Course Syllabus for "HIST341: The Silk Road and Central Eurasia"
This course will introduce you to the history of Central Eurasia and the Silk Road from 4500 B.C.E to the nineteenth century. You will learn about the culture of the nomadic peoples of Central Eurasia as well as the development of the Silk Road. The course will be structured chronologically; each unit will focus on one aspect of the Silk Road during a specific time period. Each unit will include representative primary- and secondary-source documents that illustrate important overarching political, economic, and social themes, such as the discovery and production of silk in China, diplomatic relations between Han China and nomadic peoples of the Eurasian steppe, the international scope of the Silk Road trade routes, European interest in finding a “new silk route” to China, and the “Great Game” between China, Russia, and Great Britain in Central Eurasia in the nineteenth century. By the end of the course, you will understand how the Silk Road influenced the development of nomadic societies in Central Eurasia as well as powerful empires in China, the Middle East, and Europe.
Upon successful completion of this course, the student will be able to:
- Identify and describe the emergence of early nomadic cultures in Central Eurasia.
- Identify and describe the rise of silk production in China.
- Identify and describe the various routes of the Silk Road.
- Identify and describe the reasons for China’s opening of the Silk Road in the second century.
- Identify and describe Han China’s political and commercial relationships with nomadic tribes in Central Eurasia.
- Identify and describe the impact of the Hellenistic World and the Roman Empire on the Silk Road.
- Describe and analyze the “golden age” of the Silk Road.
- Identify and describe the impact of the Mongol Empire on Silk Road cultures.
- Identify and describe the transmission of art, religion, and technology via the Silk Road.
- Analyze and describe the arrival of European traders and explorers seeking a “new” silk route in the 1400s.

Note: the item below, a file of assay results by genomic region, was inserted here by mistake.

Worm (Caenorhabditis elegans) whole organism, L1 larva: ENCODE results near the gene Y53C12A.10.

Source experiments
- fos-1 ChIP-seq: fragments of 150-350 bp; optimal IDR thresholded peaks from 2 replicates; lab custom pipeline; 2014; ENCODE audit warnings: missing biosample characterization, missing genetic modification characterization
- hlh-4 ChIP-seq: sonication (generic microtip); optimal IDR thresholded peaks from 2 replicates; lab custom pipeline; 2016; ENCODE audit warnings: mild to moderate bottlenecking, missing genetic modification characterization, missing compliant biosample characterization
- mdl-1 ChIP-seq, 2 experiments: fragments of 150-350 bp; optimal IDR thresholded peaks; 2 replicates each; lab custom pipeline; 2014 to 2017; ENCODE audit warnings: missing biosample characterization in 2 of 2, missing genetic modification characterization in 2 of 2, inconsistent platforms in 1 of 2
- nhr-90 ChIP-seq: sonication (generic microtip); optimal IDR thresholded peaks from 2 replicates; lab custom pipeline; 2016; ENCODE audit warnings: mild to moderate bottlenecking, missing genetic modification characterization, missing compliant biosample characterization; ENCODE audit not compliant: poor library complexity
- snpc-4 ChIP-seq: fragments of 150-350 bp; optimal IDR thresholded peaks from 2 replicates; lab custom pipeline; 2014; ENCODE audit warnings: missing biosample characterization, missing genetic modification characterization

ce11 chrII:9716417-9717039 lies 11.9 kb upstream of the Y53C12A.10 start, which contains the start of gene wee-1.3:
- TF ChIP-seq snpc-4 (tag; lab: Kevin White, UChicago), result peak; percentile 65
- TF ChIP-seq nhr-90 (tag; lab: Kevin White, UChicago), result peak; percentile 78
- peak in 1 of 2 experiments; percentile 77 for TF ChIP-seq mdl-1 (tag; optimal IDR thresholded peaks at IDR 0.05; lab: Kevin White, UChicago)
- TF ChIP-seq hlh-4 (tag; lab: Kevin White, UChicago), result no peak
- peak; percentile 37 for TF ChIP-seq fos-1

- Identify and describe the “Great Game” rivalry between China, Britain, and Russia in Central Eurasia in the nineteenth century.
- Analyze and interpret primary source documents that elucidate political, economic, and cultural exchange along the Silk Road.
In order to take this course, you must:
√ Have access to a computer.
√ Have continuous broadband internet access.
√ Have the ability/permission to install plug-ins or software (e.g. Adobe Reader or Flash).
√ Have the ability to download and save files and documents to a computer.
√ Have the ability to open Microsoft files and documents (.doc, .ppt, .xls, etc.).
√ Have competency in the English language.
√ Have read the Saylor Student Handbook.
Welcome to HIST341. Below, please find some general information on the
course and its requirements
Course Designer: Christa Dierksheide and Professor Concepcion Saenz-Cambra
Primary Resources: This course is comprised of a range of different free, online materials. However, the course makes primary use of the following resources from these main websites:
- University of Washington: Professor Daniel C. Waugh’s “The Silk Road: Materials for an e-History”
- University of Washington’s “Art of the Silk Road” Exhibit
Several articles are authored by Dr. Daniel C. Waugh, Professor at the
Department of History and Jackson School of International Studies,
University of Washington. The “Art of the Silk Road” exhibit was
organized as part of “Silk Road Seattle,” a collaborative public
education project sponsored by the Walter Chapin Simpson Center for the
Humanities at the University of Washington.
Requirements for Completion: In order to complete this course, you will need to work through each unit and all of its assigned materials. Note that you will only receive an official grade on your final exam. However, in order to adequately prepare for this exam, you will need to work through the resources for each unit of this course.
In order to “pass” this course, you will need to earn a 70% or higher
on the Final Exam. Your score on the exam will be tabulated as soon as
you complete it. If you do not pass the exam, you may take it again.
Time Commitment: This course should take you a total of 94.5 hours to complete. Each unit includes a “time advisory” that lists the amount of time you are expected to spend on each subunit. These should help you plan your time accordingly. It may be useful to take a look at these time advisories and to determine how much time you have over the next few weeks to complete each unit, and then to set goals for yourself.
Tips/Suggestions: This course covers a great deal of history and a large part of the globe so take your time with the material. Please also read carefully the introductions to each unit as well as the information in the instruction boxes: these show how the material under review fits together and will help you connect one section of the course to the next. As in many history courses in the Saylor program, it is important that you have a good grasp of the material in each section before moving on to the next, as later coursework is often designed to build upon the knowledge obtained in previous assignments. It may help to take notes as you work through the course materials, which will be a useful reference as you prepare to study for the Final Exam.